FIG. 1 illustrates a nebulizer and heater of the configuration shown in FIG. 10 of the above identified related U.S. Pat. No. 5,063,921, but modified by an auxiliary air injection fitting and addition of an evaporation chamber embodying principles of the present invention. A nebulizer head or mixer body 320 includes a downwardly tapered aerosol mixing chamber housing section 144 and an upper air entrainment section 122 which respectively define an aerosol mixing chamber 146 and an air entrainment chamber 126. Mounted within the chamber 126 is a jet fitting 128 connected to an input oxygen fitting 130 and having a nozzle 132 positioned adjacent a suction fitting 134 that is connected to a suction tube 140. An auxiliary gas or air injection fitting 154 is provided in the upper air entrainment section 122 for connection to a pressurized air source so as to provide auxiliary pressurized air into the entrainment chamber 126. A venturi tube 330 is provided to increase flow velocity of aerosol into the mixing chamber 146 and provides improved precipitated droplet collection. The venturi tube 330 is fixedly positioned within the neck 332 of the mixer body below the fitting 128 and has a lowermost portion of its shank 334 cut away to form a large opening, as at 336. One side 337 of the shank extends downwardly to the end of the venturi tube 330 and has fixed thereto a downwardly inclined bottom plate 338, having a downwardly projecting wedge shaped and pointed drip member 344 secured to its lowermost free edge 342. Suction tube 140 extends through an aperture in bottom plate 338 of the venturi tube, through an accumulator housing 352 and a heater chamber 370 to a container 121. The accumulator housing 352 includes an outer circular wall 354 and a circular inner wall 351 concentric therewith and integrally connected with the outer wall by an upper wall 356. The latter has an inner stepped vertical portion 358 that is spaced radially outwardly of an upper end portion 360 of the tubular inner wall 351. Tubular wall 351 and 360 defines an inner or precipitate chamber 362 and cooperates with outer wall 354 to define an annular outer accumulator flow passage 364. The upper portion of the tubular wall is externally threaded to receive an internally threaded connecting nipple 150 of the mixing chamber section 144. The accumulator chamber housing has a lower end portion 366 that is externally threaded to receive internal threads on an upper portion 368 of a heater housing 370.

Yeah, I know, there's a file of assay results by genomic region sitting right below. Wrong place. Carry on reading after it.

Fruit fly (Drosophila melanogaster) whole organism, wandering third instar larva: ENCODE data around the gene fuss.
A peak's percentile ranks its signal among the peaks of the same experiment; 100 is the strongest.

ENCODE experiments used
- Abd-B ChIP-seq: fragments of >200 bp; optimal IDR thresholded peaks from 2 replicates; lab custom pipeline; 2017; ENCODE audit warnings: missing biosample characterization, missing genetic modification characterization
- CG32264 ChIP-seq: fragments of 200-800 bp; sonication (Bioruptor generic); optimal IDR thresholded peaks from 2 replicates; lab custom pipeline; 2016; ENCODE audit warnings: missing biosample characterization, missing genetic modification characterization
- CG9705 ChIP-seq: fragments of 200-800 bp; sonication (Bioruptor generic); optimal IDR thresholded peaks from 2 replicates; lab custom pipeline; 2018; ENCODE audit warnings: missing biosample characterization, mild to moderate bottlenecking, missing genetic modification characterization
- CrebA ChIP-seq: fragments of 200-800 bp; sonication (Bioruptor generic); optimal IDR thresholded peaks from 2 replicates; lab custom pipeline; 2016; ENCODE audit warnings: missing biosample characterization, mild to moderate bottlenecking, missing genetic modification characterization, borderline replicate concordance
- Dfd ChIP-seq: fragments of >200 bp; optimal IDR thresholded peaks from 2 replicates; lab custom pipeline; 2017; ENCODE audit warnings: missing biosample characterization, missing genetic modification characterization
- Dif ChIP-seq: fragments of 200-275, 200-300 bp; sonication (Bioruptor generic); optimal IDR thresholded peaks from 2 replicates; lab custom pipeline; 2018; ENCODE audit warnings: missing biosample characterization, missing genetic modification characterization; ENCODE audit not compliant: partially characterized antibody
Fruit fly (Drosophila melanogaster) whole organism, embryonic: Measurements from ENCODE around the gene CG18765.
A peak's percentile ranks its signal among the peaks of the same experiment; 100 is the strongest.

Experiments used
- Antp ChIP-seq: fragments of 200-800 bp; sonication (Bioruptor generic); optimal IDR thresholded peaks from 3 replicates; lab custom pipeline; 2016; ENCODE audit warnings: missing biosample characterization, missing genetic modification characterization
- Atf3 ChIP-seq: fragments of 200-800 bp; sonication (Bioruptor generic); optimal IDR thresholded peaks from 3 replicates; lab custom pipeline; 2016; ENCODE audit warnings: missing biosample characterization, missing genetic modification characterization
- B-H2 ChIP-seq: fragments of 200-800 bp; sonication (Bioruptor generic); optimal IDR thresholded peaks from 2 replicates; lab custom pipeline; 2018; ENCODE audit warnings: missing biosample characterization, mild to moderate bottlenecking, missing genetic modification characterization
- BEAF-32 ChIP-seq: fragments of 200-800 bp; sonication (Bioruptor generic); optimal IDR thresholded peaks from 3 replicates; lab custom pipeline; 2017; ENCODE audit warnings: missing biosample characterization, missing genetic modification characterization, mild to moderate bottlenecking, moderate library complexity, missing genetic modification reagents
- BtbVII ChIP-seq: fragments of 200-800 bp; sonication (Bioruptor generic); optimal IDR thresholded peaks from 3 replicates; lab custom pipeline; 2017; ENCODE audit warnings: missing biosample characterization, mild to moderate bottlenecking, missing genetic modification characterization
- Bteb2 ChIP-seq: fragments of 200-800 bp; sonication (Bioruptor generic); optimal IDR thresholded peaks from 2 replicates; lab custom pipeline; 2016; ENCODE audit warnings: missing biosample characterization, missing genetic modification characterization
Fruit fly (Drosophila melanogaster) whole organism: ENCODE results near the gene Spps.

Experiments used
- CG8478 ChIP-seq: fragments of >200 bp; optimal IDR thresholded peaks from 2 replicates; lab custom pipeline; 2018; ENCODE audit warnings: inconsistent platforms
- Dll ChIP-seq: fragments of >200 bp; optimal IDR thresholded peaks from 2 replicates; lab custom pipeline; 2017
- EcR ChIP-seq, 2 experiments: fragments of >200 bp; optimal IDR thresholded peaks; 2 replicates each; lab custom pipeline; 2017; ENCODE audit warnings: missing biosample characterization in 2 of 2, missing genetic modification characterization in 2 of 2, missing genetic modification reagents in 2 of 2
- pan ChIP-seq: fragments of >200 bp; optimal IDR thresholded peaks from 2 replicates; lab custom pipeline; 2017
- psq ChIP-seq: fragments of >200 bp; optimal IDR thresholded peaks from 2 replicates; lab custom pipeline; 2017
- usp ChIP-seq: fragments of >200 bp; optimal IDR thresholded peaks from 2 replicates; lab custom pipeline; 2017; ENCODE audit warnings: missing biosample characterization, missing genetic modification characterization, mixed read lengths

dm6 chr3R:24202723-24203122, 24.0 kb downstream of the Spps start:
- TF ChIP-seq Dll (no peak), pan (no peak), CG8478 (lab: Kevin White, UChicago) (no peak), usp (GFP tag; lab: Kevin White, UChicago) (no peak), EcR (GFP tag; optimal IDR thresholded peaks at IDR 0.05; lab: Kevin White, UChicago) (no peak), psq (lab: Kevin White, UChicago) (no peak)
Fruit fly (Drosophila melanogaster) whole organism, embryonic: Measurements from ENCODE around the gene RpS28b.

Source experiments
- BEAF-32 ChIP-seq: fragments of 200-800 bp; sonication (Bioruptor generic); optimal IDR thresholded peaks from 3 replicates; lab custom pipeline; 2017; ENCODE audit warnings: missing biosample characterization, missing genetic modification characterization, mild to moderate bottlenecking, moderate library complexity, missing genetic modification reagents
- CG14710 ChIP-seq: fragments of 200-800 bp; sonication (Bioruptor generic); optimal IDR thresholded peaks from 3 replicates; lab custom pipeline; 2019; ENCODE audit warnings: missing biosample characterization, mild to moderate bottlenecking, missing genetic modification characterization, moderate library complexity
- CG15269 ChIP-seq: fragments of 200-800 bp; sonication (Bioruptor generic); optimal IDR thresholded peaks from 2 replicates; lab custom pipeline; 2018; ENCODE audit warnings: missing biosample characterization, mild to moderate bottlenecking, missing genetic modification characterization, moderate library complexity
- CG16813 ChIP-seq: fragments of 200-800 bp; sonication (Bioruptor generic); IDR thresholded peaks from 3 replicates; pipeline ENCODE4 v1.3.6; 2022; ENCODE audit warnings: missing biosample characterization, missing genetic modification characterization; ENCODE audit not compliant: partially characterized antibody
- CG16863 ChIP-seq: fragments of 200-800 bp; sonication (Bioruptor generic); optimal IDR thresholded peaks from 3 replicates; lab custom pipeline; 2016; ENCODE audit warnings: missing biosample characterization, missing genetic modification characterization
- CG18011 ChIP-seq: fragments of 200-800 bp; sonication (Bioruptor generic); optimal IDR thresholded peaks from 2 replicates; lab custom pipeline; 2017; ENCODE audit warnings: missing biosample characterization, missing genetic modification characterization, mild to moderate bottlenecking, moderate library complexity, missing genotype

The heater housing includes a heater 371 that heats a flat heater platen 374 that is spaced just below the lower edge of the inner tubular wall 352 of the precipitate chamber. Mixing chamber 146 discharges its mixture through a discharge fitting 148, thence through a hose 176 connected to an input fitting 178 of the accumulator chamber 364. An output fitting 180 of accumulator chamber 364 is connected to an output hose, such as hose 182, that forms part of a conduit system connected to the patient's breathing apparatus.